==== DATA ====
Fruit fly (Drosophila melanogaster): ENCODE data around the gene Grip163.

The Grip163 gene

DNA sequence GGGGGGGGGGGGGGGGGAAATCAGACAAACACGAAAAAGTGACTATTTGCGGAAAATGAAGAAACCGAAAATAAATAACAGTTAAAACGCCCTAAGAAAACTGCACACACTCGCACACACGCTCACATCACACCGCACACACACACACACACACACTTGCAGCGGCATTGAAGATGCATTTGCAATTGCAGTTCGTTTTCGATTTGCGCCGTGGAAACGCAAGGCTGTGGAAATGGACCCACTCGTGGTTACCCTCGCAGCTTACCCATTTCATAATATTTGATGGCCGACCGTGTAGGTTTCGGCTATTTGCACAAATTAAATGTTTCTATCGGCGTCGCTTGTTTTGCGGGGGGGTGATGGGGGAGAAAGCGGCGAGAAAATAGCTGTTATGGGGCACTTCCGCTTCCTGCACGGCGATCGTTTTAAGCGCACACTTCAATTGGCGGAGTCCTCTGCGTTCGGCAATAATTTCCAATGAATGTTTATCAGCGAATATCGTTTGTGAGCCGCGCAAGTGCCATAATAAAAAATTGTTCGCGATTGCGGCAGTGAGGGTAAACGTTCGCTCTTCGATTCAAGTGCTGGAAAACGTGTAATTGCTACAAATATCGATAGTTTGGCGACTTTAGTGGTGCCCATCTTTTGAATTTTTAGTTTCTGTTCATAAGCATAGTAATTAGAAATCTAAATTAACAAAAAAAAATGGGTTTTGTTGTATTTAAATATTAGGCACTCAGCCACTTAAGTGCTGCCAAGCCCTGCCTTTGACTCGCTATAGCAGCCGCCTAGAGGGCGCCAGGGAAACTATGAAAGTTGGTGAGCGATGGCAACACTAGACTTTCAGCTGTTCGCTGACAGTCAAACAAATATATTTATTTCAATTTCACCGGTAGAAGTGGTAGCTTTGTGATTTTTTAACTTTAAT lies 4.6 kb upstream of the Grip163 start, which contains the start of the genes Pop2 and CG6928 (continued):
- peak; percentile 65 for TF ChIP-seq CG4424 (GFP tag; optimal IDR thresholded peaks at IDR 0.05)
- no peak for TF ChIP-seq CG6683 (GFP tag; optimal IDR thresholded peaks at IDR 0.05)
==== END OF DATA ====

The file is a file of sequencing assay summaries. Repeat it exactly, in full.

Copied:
Fruit fly (Drosophila melanogaster): ENCODE data around the gene Grip163.

The Grip163 gene

DNA sequence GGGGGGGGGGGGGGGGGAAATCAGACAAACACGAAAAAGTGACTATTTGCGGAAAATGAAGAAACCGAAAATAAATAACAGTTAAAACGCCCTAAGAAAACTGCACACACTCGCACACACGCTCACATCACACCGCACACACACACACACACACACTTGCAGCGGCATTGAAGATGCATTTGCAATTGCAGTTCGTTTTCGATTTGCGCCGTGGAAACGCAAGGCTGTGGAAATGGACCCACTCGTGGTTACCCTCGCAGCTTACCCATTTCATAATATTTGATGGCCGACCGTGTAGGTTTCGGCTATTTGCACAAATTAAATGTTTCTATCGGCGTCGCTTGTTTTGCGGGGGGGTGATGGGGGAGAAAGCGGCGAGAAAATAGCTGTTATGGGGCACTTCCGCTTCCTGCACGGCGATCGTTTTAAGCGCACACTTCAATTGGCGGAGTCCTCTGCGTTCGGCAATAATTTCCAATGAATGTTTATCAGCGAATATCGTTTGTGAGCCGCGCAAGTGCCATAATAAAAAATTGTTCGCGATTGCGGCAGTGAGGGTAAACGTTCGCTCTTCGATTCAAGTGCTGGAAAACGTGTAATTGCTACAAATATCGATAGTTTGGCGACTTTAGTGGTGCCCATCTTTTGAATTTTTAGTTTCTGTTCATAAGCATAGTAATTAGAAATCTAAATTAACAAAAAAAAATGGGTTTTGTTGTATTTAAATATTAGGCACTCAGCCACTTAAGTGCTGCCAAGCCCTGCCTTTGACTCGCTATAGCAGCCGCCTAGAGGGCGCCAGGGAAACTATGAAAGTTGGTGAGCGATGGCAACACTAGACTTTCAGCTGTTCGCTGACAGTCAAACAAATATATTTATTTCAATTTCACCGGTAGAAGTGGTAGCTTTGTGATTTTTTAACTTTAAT lies 4.6 kb upstream of the Grip163 start, which contains the start of the genes Pop2 and CG6928 (continued):
- peak; percentile 65 for TF ChIP-seq CG4424 (GFP tag; optimal IDR thresholded peaks at IDR 0.05)
- no peak for TF ChIP-seq CG6683 (GFP tag; optimal IDR thresholded peaks at IDR 0.05)